Study shows certain products tend to be cheaper at different points in the week
For us humans who rely on food for survival and don’t feel like going bankrupt ordering Seamless for every single meal, buying groceries is a fact of life. While there’s plenty of advice floating around about what kind of purchases one should make to maximize value, a new study suggests that heading to the supermarket on certain days of the week might offer some unexpected savings.
If you’re one of those perfectly normal people who take advantage of free time on Saturday and Sunday to run errands and buy your groceries for the week, data from shopping Ibotta shared with Today suggests that you may be costing yourself in the long run. No matter where you are in the country, Ibotta’s data shows that weekends are the most expensive times to shop.
Their research also indicates that there are certain correlations between days of the week and the chance to save on specific items. For example, winos will want to stock up on Tuesdays, as you’ll save about four percent when buying a bottle. Fans of gluten in all its forms will love shopping on Wednesdays, when beer and bread are usually one and two percent cheaper, respectively. Thursday brings about one percent savings on both sweet and savory snacks, while Friday means ending the work week with 1 percent off produce and ice cream.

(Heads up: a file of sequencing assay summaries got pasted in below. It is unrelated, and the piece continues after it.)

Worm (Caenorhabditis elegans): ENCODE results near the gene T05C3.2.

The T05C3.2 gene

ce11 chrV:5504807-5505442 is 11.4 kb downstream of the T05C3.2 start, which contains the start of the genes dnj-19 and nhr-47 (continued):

Sure, none of those discounts are good enough for you to throw this week’s shopping schedule in complete disarray. But if you find yourself routinely purchasing one or more of those product categories, that could add up to some not-so-insignificant savings over time.
In an age of app-based deals, meal delivery kits, and Amazon’s partnership with Whole Foods, is scouring supermarket aisles for IRL deals even a relevant way to shop anymore? It’s hard to say. But if you’re the kind of person who wants to keep data about your intense love affair with wine and oreos out of the hands of Jeff Bezos, clear some time on your calendar next Tuesday and Thursday so you can treat yourself for less.